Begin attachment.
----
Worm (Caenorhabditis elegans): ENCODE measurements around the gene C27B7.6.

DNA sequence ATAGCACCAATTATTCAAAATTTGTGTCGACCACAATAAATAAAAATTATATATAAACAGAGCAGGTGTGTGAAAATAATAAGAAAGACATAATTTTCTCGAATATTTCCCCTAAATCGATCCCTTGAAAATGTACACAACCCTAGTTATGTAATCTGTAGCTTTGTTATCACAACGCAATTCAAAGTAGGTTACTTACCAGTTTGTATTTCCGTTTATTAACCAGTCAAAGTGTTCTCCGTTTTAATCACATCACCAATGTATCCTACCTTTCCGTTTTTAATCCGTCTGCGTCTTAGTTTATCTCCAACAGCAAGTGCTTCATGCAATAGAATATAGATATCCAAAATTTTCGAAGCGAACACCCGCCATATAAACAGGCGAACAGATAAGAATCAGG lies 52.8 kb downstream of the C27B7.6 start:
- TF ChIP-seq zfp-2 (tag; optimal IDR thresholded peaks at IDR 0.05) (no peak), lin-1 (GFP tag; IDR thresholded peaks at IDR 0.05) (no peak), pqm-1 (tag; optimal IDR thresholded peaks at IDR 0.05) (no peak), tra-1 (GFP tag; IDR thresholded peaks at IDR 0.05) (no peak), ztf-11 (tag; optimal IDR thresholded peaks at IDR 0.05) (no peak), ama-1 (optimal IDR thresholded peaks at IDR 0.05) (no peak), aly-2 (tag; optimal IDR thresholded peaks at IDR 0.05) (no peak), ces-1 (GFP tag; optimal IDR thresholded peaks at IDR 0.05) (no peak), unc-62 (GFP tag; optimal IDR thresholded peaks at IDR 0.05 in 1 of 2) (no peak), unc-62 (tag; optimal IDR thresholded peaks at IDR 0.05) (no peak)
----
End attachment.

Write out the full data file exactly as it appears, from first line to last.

Worm (Caenorhabditis elegans): ENCODE measurements around the gene C27B7.6.

DNA sequence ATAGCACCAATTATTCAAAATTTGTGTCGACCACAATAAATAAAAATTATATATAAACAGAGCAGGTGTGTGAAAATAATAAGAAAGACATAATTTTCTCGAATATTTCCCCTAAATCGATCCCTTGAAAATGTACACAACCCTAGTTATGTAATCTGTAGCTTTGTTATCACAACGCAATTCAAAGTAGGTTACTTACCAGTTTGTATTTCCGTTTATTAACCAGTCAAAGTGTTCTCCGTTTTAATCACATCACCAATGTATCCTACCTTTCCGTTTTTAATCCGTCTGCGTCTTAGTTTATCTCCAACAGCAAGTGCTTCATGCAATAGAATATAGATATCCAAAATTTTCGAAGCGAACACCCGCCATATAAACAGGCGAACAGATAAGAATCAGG lies 52.8 kb downstream of the C27B7.6 start:
- TF ChIP-seq zfp-2 (tag; optimal IDR thresholded peaks at IDR 0.05) (no peak), lin-1 (GFP tag; IDR thresholded peaks at IDR 0.05) (no peak), pqm-1 (tag; optimal IDR thresholded peaks at IDR 0.05) (no peak), tra-1 (GFP tag; IDR thresholded peaks at IDR 0.05) (no peak), ztf-11 (tag; optimal IDR thresholded peaks at IDR 0.05) (no peak), ama-1 (optimal IDR thresholded peaks at IDR 0.05) (no peak), aly-2 (tag; optimal IDR thresholded peaks at IDR 0.05) (no peak), ces-1 (GFP tag; optimal IDR thresholded peaks at IDR 0.05) (no peak), unc-62 (GFP tag; optimal IDR thresholded peaks at IDR 0.05 in 1 of 2) (no peak), unc-62 (tag; optimal IDR thresholded peaks at IDR 0.05) (no peak)